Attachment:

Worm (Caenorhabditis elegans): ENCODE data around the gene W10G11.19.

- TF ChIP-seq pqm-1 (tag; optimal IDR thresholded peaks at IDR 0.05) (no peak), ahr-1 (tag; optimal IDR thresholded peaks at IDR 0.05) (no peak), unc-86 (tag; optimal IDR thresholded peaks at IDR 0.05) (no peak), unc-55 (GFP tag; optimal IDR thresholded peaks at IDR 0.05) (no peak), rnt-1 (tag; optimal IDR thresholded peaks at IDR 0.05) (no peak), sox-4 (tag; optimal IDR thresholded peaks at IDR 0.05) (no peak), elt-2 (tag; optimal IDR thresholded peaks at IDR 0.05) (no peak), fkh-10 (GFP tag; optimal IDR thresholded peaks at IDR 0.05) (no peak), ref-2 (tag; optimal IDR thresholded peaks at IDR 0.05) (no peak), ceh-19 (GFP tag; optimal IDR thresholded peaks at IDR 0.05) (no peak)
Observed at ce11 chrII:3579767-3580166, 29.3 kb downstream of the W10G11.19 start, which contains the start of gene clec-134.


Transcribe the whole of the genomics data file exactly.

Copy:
Worm (Caenorhabditis elegans): ENCODE data around the gene W10G11.19.

- TF ChIP-seq pqm-1 (tag; optimal IDR thresholded peaks at IDR 0.05) (no peak), ahr-1 (tag; optimal IDR thresholded peaks at IDR 0.05) (no peak), unc-86 (tag; optimal IDR thresholded peaks at IDR 0.05) (no peak), unc-55 (GFP tag; optimal IDR thresholded peaks at IDR 0.05) (no peak), rnt-1 (tag; optimal IDR thresholded peaks at IDR 0.05) (no peak), sox-4 (tag; optimal IDR thresholded peaks at IDR 0.05) (no peak), elt-2 (tag; optimal IDR thresholded peaks at IDR 0.05) (no peak), fkh-10 (GFP tag; optimal IDR thresholded peaks at IDR 0.05) (no peak), ref-2 (tag; optimal IDR thresholded peaks at IDR 0.05) (no peak), ceh-19 (GFP tag; optimal IDR thresholded peaks at IDR 0.05) (no peak)
Observed at ce11 chrII:3579767-3580166, 29.3 kb downstream of the W10G11.19 start, which contains the start of gene clec-134.